Besides generating millions in revenue, Sattvam also earned the trust of thousands of repeat customers, including celebrities.
Chef Aditya Fatepuria doesn’t just love food, he worships it. Every dish he creates is treated like a deity, adorned with vibrant colours, rich aroma, and farm-fresh flavours.
Fatepuria’s Bangalore-based fine-dining restaurant Sattvam draws a high-spending vegetarian crowd— particularly those craving a Sattvic cuisine. Barely a decade old, the restaurant has opened three branches in the city.
Besides generating millions in revenue, Sattvam also earned the trust of thousands of repeat customers, including celebrities. The brand is now planning to expand overseas.
Fatepuria owes his success not just to his business sense or passion for cooking. His purpose goes beyond that: To feed his guests to their heart’s content without compromising on the quality of ingredients. He is a strong believer of Atithi Devo Bhava (Guest is God)— a life lesson he learnt during his stint at ISKCON Bangalore.
“Even when there is a rise in price of certain ingredients, our price on the menu remains the same. Our guest doesn’t have to bear the brunt of the unforeseen price inflation,” he says. This thoughtful attitude is one of the many reasons why tables are never empty at Sattvam.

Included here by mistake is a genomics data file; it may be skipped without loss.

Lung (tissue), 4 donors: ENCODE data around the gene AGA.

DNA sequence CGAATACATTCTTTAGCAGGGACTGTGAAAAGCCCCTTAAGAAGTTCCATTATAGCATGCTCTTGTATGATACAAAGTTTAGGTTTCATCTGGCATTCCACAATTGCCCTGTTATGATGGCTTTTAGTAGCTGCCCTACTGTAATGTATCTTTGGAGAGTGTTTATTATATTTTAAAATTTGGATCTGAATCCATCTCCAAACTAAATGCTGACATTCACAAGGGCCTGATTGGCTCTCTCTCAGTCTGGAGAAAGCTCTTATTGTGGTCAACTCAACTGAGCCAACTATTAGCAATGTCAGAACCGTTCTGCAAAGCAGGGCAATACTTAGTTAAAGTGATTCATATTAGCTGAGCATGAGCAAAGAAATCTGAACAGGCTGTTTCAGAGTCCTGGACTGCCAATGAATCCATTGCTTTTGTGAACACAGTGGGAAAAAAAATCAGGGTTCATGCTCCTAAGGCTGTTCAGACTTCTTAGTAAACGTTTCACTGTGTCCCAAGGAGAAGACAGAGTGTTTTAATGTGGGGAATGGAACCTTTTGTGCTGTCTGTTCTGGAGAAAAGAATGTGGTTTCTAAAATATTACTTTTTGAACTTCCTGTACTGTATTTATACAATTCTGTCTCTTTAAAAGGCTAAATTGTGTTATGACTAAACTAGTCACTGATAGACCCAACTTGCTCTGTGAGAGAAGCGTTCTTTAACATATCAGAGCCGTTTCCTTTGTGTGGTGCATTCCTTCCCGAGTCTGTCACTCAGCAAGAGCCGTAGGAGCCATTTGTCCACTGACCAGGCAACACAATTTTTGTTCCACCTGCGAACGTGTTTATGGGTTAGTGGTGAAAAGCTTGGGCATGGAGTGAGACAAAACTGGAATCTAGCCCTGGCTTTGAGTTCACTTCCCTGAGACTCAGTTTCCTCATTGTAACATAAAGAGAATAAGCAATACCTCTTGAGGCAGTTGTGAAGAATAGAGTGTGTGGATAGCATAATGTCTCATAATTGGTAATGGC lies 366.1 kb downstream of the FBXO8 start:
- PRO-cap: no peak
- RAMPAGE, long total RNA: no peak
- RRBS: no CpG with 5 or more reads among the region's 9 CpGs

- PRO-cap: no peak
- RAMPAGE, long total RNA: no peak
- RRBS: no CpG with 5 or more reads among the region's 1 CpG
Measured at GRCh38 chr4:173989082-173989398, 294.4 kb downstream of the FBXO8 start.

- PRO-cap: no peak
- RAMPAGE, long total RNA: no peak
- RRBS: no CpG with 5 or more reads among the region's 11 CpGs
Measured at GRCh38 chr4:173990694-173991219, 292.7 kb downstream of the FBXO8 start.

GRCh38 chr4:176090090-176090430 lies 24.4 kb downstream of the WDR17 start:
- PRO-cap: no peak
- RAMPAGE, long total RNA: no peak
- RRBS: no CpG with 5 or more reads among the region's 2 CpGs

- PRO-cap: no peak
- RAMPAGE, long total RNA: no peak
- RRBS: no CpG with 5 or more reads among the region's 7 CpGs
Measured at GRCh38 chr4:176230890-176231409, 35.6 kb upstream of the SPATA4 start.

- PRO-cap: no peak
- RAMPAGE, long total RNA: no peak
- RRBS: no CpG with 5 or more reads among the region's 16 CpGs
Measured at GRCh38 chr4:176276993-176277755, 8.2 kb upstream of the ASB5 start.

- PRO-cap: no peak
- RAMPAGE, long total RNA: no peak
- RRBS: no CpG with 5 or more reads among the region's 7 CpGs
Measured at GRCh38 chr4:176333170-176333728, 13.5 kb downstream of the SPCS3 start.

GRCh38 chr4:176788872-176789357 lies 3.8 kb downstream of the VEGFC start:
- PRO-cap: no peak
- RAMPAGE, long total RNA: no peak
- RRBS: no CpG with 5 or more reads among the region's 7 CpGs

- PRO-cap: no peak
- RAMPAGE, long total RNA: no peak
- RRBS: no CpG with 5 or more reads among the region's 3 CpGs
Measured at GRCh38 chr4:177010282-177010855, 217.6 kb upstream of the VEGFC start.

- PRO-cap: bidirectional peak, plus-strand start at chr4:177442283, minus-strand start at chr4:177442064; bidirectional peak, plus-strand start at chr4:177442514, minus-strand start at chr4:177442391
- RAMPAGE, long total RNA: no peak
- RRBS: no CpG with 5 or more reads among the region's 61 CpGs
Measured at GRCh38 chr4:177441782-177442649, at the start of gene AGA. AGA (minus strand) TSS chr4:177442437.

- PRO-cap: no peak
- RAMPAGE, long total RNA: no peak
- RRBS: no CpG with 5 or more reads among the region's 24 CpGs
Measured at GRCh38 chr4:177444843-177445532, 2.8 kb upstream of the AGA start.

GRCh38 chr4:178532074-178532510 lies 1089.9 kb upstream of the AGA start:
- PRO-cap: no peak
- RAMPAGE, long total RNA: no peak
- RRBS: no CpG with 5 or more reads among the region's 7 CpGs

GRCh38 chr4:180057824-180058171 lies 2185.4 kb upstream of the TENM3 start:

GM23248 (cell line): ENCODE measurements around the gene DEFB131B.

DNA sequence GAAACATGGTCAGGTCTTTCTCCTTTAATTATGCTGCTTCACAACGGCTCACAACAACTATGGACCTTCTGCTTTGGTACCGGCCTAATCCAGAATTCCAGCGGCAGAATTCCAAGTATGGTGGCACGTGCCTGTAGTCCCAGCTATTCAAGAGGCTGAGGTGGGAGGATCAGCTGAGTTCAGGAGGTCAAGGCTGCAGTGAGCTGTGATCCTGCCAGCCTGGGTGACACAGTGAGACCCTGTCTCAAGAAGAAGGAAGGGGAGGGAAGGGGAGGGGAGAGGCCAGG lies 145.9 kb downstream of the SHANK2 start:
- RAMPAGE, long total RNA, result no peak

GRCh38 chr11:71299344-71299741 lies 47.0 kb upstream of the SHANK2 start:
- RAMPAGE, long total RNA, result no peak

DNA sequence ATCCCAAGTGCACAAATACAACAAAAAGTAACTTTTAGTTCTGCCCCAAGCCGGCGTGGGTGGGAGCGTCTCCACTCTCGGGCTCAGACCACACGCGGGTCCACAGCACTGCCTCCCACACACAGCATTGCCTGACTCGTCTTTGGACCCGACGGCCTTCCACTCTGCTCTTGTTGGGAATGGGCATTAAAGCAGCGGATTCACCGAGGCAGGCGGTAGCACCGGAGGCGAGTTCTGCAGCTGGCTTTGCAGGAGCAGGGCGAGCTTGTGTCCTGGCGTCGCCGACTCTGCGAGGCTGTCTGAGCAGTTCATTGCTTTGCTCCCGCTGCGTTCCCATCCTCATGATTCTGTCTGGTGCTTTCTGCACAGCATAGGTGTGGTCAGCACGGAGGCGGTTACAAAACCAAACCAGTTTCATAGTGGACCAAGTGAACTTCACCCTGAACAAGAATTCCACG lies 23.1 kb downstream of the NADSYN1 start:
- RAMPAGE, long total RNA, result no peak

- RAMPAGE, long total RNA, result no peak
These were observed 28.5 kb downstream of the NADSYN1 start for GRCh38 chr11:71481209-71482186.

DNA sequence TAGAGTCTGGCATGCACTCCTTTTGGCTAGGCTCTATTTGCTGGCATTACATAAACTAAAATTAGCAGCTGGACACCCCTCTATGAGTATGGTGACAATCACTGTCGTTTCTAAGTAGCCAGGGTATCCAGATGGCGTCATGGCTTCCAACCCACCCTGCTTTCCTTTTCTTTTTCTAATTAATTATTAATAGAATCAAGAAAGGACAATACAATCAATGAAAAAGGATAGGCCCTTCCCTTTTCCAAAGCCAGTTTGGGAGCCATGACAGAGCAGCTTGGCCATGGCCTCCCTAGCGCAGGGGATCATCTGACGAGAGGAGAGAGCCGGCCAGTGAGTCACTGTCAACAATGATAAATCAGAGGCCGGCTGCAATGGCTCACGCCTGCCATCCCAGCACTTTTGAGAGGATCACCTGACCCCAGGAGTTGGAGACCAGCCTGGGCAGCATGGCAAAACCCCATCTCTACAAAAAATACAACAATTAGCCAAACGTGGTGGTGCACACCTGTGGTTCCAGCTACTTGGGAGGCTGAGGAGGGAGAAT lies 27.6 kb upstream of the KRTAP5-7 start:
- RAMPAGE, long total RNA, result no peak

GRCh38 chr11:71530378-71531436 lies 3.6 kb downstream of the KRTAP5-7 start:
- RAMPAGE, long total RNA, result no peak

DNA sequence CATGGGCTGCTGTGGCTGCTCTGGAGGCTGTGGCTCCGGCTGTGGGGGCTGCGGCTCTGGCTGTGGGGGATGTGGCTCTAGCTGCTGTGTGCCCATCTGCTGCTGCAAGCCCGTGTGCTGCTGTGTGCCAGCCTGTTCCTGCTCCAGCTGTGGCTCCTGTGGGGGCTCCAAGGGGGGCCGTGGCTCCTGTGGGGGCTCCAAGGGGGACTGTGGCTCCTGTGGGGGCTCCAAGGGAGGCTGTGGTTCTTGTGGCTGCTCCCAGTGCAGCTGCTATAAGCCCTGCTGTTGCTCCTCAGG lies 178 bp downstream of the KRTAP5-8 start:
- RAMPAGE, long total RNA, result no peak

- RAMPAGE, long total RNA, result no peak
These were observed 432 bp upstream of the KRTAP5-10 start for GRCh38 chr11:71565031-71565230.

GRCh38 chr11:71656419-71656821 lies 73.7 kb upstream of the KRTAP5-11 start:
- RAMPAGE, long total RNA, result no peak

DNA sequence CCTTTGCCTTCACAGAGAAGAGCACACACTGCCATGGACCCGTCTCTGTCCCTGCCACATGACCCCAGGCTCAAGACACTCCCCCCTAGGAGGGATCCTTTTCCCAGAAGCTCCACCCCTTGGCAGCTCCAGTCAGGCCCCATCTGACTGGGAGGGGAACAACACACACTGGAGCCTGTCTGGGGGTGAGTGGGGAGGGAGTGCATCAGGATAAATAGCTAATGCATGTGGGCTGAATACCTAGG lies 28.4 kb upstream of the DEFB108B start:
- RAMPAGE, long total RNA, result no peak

Despite being a standalone restaurant, the success rate has been quite high for Sattvam— on par with restaurants nestled in star hotels. The standalone restaurant has done financially well even during the pandemic.
Fatepuria, an alumni of Institute of Hotel Management-Bengaluru, says that students, who aspire to become chefpreneurs, should look at working in standalone restaurants.
“I agree that there are advantages to working in reputed star properties. I worked with ITC Sheraton after I graduated. However, if you are passionate and true to your work, opportunities are plenty in standalone restaurants too. There is more learning. There is more money. Considering the business that a standalone restaurant like Sattvam is doing, students not only gain extensive operational knowledge, but they also gain confidence to start something on their own. There is life beyond being a management trainee in a star hotel, and one should explore it,” says Fatepuria.
Although the restaurant is called Sattvam, Fatepuria says that his menu isn’t branded as Sattvik.
“I call it neoclassical,” he says, adding that the concept of Saatvik has been misrepresented.
“Sattvic has varied definitions, varied perspectives. Other than the definition you might find in books, I’ve learnt from various temple trusts, including ISKCON Bangalore where I worked for five years, that Sattvik food is fresh, pure, wholesome, and fatty. Sattvik meals are cooked with love and devotion,” he says.
By not using onion, garlic, caffeine, and mushroom, Sattvam has successfully captured the market share of brahmin foodies who want to indulge, but in a traditional format.